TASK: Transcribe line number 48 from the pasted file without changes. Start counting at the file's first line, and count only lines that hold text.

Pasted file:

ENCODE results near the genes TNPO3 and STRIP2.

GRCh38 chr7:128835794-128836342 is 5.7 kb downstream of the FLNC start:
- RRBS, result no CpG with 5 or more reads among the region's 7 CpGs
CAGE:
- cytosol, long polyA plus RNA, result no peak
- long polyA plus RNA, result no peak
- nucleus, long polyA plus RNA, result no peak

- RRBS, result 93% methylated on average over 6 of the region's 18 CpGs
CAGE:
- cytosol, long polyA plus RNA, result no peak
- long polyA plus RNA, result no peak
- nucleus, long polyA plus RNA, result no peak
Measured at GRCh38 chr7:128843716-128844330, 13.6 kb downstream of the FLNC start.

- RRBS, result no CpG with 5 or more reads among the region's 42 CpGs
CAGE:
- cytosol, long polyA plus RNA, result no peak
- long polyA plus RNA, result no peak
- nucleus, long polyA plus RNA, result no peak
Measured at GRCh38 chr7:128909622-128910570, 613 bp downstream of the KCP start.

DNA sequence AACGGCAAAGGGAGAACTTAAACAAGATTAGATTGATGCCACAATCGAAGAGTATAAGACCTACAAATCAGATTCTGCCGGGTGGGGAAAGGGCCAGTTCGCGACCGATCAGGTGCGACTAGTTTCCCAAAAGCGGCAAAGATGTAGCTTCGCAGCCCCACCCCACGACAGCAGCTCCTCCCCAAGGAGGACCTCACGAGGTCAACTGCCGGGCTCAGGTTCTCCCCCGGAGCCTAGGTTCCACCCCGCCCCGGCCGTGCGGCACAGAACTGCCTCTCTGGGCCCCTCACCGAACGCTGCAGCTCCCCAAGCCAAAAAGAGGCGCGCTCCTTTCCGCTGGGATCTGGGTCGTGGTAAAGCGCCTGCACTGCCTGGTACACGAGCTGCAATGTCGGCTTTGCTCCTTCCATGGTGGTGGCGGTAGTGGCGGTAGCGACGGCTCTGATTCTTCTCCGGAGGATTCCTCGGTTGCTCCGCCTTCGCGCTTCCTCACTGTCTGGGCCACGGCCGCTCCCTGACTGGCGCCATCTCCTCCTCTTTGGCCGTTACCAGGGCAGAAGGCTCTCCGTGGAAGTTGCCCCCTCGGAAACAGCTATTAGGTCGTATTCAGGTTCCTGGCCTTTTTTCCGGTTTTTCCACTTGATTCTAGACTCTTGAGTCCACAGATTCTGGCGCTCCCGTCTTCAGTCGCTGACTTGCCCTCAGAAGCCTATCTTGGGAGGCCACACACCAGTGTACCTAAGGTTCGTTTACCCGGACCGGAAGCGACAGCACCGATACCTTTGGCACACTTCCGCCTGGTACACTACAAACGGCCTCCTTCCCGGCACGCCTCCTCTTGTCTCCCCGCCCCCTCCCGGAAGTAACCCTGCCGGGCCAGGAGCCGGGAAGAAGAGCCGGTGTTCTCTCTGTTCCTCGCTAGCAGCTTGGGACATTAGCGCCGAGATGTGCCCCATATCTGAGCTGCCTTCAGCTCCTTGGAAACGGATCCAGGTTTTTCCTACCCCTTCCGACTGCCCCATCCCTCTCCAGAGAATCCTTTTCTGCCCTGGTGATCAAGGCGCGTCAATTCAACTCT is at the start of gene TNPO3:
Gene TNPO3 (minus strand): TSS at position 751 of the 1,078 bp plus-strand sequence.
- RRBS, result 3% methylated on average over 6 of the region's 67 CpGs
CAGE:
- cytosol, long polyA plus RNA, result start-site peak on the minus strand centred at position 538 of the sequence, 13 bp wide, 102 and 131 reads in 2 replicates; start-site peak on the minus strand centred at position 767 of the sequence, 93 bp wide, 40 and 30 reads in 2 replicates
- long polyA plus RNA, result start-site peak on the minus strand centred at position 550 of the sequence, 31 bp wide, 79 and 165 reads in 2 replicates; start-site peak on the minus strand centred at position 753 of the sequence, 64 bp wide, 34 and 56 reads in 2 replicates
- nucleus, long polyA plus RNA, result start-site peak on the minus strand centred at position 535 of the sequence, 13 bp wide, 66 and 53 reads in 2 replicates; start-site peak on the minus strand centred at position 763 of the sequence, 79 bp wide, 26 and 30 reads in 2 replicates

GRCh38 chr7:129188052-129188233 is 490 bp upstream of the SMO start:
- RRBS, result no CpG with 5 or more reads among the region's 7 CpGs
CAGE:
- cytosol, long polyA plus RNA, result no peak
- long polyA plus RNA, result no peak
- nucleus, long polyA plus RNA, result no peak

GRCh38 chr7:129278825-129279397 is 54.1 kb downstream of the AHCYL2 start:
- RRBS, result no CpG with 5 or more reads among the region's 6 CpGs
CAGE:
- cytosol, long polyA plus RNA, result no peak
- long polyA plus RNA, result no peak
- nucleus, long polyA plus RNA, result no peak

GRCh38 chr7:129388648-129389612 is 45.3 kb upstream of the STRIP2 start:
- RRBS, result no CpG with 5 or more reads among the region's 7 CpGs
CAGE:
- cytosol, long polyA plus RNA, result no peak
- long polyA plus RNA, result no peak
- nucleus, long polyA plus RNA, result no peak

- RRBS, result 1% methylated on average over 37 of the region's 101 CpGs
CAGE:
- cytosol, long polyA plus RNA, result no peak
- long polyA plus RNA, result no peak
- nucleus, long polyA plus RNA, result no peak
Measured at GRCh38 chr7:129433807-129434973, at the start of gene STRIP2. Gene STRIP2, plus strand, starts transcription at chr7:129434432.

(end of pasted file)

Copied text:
- long polyA plus RNA, result no peak